Rob Nieuwenhuis reveals CROM DSS, an application that links science with participatory processes. The tool helps field operators to identify priority sites for soil erosion and landslide mitigation – and then guides their response.
Soil erosion has become a very big issue in Africa and other regions around the globe, particularly in those developing countries where pressure on land is extremely high and forests are cut away. Hillsides are increasingly taken for agriculture to provide the food for a growing population, using unsustainable methods such as hillside farming, instead of more resilient terracing and agroforestry. This short-term approach leads to exposed soil that can be eroded by rain and even high winds. The result is an increased risk of landslides and also a lack of fertile topsoil for agriculture. Despite the apparent availability of land, these factors create ‘wet deserts’ that fail to provide for local populations.
For Rwanda – the land of a thousand hills – this challenge is particularly pressing, as so much of the agriculture is on hillsides, and farmers cultivate crops for up to three seasons of the year. The deep brown colour of the rivers is clear evidence of the high sediment loads that can make the water unfit for drinking and also hydro power.
As a systems scientist with Mott MacDonald, I take a keen interest in those ‘nexus’ issues that have a damaging impact across the three key areas of climate resilience: food security, water security and energy security. I was deputy team leader for the ‘Water for Growth Rwanda’ programme, which aimed to reverse the rate of soil erosion in four key catchment areas and set a blueprint for equitable, efficient and environmentally sustainable water resources.
We worked in close collaboration with the Government of Rwanda, using integrated water resource management (IWRM) techniques to identify and then take action at priority sites. Previously, the districts’ selection of areas to be restored lacked transparency and a clear rationale. When they asked us to come up with some landscape restoration ‘opportunity maps’ for the four catchment areas, we recognised the potential in developing an evidence-based decision support tool that would answer the same question for the entire country.
The result is CROM DSS (or ‘Catchment-based landscape Restoration Opportunity Mapping Decision Support System’ if you want the full title!). We partnered with ESRI Rwanda to develop a practical, standardised tool in ArcGIS 10.5, using the software’s model builder.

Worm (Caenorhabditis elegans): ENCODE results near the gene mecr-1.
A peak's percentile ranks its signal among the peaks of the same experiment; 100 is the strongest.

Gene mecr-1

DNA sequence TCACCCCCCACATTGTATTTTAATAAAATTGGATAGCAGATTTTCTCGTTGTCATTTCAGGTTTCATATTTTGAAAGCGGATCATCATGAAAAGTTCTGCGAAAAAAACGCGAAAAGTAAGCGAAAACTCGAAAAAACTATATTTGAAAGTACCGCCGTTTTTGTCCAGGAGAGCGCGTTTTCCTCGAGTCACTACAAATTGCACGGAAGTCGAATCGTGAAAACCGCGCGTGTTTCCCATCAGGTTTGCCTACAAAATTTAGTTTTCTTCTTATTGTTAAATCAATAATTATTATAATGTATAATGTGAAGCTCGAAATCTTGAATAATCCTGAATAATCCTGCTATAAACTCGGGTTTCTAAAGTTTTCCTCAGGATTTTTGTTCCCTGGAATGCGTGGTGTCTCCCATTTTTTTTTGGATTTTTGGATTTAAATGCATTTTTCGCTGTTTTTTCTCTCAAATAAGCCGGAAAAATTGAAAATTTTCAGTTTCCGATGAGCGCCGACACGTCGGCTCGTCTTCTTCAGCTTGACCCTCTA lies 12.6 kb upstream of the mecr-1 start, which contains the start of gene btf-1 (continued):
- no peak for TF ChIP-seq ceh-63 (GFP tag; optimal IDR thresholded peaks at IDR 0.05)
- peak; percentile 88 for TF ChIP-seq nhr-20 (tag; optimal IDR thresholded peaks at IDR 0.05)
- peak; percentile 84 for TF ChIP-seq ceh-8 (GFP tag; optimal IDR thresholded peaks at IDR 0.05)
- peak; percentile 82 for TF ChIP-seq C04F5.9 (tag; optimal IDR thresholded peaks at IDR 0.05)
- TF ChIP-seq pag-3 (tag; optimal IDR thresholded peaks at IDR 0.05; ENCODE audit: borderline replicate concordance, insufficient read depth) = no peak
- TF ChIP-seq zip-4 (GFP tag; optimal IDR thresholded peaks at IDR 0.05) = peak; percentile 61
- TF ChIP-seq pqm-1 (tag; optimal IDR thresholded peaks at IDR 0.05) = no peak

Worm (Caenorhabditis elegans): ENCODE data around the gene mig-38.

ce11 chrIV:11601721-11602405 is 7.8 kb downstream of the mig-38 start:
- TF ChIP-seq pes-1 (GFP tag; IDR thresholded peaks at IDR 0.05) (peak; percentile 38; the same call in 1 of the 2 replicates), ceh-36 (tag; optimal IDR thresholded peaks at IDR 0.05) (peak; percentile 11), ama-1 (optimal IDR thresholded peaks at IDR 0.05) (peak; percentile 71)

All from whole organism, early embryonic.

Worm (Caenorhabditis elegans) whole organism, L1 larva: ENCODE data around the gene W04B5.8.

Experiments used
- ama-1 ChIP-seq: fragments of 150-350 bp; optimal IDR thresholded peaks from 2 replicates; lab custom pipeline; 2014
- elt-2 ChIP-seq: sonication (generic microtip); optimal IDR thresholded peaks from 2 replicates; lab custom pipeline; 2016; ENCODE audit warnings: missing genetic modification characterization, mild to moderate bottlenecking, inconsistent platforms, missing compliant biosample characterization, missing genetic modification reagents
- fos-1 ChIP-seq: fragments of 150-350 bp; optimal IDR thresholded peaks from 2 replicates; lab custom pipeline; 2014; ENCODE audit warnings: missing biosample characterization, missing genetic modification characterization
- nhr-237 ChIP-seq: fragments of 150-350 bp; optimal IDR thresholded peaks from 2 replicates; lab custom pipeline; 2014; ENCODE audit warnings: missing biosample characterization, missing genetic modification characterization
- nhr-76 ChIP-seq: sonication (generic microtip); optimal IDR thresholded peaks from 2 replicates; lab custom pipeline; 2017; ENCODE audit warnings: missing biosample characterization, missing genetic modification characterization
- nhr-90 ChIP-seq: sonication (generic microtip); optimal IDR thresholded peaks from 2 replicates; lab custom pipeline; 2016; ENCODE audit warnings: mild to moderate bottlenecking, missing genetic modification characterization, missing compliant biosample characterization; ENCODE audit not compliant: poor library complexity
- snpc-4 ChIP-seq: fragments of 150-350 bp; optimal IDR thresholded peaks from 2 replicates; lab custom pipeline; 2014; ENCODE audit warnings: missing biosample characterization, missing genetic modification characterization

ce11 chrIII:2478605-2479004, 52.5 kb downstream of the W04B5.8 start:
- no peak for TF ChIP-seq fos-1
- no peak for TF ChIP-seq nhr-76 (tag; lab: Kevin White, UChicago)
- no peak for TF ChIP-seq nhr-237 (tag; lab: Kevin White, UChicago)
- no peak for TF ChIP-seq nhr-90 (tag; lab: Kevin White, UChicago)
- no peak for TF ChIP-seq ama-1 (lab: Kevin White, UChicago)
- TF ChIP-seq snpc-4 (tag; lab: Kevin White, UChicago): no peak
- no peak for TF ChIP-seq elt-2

The tool consists of a geo-database and a series of automated processes that identify risks, locate existing protection, assess priority areas, and classify land according to slope and soil depth – with the ultimate aim of identifying suitable restoration options.
This information feeds into detailed local consultation and decision-making processes that guide the development of a restoration map at district, catchment, or micro-catchment level (the latter covering around 500 ha).
CROM DSS is proving extremely popular with the government, who have made the tool obligatory to support decision making, as well as monitoring and reporting, for the national soil erosion strategy, in support of the multi-billion investments required to restore Rwanda’s catchments. Officials can now target erosion control measures with certainty and also inspect if contractors are doing what they promised to do.
Connecting theory and practice
The tool has helped the government to develop catchment plans for 30% of the country’s surface area, including detailed water allocation plans that are mapped out across different lengths of time up to 2050. The ministry now knows exactly how much water can be allocated to irrigation, industry, livestock, domestic water supplies and to the environment.
The game-changing aspect of CROM DSS is that it links scientific research to participatory decision making. It uses widely available digital technology to reveal problems with accuracy and then guide the response on the ground. That combination of lab-based theory and real-world action is unique in integrated water resource management.
Due to the lowering costs of technology, the development of CROM DSS for the whole of Rwanda was actually more affordable than commissioning the four localised opportunity maps. The system is also easy to improve incrementally and to update with new information. At Mott MacDonald, we have recognised the potential to reformat this tool elsewhere in the world, and we are already taking it to other development programmes in Nepal and Tajikistan.
The clock is ticking…
Rwanda is in a race against time, not least as climate change is starting to bite in a country where 90% of the population are employed in farming. This beautiful land is already Africa’s most densely populated country – and numbers are expected to double in the next 20 years. The demand on natural resources is expected to triple by 2040.
In the dry season, droughts are becoming more commonplace and severe. The wet season is becoming concentrated into heavy downpours, rather than constant daily rain. These deluges contribute to worrying levels of soil erosion, which is believed to cost the country 20-200% of GDP annually. For a land-locked nation, which already relies heavily on imports, such a failure would prove catastrophic. Rwanda’s hopes of becoming a middle-income economy by 2035, and then high-income status by 2050, could be washed away.
Having seen the work on the ground, however, I am still optimistic that Rwanda may yet win its battle against soil erosion. Water managers and water users are increasingly working together and it’s encouraging to see communities taking responsibility for catchment restoration and sustainable land husbandry, such as by planting trees on terraces and protecting riverbanks. This is a totally new approach in Rwanda. One day, I hope the rivers will run blue again.